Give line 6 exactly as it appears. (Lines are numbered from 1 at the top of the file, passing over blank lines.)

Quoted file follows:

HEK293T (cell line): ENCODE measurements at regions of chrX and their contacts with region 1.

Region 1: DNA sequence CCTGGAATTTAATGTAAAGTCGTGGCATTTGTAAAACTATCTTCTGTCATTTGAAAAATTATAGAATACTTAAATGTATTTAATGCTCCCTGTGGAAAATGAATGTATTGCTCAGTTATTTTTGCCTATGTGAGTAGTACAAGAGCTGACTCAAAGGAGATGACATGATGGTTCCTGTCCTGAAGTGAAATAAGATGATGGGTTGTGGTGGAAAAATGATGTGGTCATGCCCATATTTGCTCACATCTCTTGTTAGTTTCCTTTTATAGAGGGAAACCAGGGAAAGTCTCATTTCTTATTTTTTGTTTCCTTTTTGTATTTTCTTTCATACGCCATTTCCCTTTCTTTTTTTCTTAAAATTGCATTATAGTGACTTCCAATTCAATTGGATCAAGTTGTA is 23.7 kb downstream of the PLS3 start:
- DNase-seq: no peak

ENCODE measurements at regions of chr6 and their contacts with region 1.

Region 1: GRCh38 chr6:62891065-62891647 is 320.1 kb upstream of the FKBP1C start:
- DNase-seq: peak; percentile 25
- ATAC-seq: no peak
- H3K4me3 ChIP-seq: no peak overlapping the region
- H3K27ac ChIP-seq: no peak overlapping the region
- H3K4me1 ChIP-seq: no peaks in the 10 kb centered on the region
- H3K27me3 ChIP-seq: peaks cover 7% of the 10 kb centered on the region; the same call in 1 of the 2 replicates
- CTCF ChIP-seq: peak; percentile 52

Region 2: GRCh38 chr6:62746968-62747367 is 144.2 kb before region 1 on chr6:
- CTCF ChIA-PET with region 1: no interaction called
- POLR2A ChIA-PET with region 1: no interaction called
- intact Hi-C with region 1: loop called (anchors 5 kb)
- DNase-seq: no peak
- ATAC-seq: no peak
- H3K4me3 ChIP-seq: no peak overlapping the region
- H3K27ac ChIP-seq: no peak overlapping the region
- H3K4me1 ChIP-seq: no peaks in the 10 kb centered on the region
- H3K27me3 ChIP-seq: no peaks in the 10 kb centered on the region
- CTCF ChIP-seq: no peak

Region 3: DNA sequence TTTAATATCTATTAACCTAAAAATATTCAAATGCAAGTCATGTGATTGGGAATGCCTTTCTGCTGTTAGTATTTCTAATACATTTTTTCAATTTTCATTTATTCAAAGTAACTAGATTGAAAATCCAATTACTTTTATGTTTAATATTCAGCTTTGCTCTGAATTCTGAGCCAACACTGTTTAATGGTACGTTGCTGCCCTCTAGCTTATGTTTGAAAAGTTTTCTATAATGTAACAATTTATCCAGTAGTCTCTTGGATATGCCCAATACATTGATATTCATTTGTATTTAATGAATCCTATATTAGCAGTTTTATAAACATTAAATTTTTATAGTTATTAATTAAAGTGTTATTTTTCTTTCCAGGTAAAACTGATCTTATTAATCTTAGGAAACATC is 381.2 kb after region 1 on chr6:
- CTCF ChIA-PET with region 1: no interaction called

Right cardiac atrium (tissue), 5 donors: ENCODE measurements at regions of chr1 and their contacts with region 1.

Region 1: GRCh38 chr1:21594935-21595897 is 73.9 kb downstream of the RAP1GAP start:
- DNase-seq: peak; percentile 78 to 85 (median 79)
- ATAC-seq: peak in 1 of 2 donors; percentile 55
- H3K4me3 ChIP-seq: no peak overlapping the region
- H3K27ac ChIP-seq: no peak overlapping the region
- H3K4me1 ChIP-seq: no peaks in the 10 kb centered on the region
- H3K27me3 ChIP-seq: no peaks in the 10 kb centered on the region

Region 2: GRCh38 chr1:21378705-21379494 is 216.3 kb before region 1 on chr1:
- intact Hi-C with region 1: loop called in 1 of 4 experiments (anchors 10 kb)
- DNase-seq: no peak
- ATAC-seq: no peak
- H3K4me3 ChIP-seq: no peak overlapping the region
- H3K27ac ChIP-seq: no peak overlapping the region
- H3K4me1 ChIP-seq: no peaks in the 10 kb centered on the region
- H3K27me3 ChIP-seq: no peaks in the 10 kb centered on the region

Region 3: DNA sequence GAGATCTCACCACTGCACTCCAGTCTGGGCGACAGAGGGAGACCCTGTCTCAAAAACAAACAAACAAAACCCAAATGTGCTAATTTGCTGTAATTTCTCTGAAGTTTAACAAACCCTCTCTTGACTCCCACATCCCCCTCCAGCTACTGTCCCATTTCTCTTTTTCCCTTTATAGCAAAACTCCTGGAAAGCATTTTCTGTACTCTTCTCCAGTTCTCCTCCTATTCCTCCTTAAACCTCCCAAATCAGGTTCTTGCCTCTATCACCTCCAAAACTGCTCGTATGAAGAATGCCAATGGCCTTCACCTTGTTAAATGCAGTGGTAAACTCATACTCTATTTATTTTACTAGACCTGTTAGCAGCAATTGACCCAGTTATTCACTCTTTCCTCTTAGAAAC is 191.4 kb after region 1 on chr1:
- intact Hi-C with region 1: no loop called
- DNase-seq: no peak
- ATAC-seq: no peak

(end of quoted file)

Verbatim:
- DNase-seq: peak; percentile 25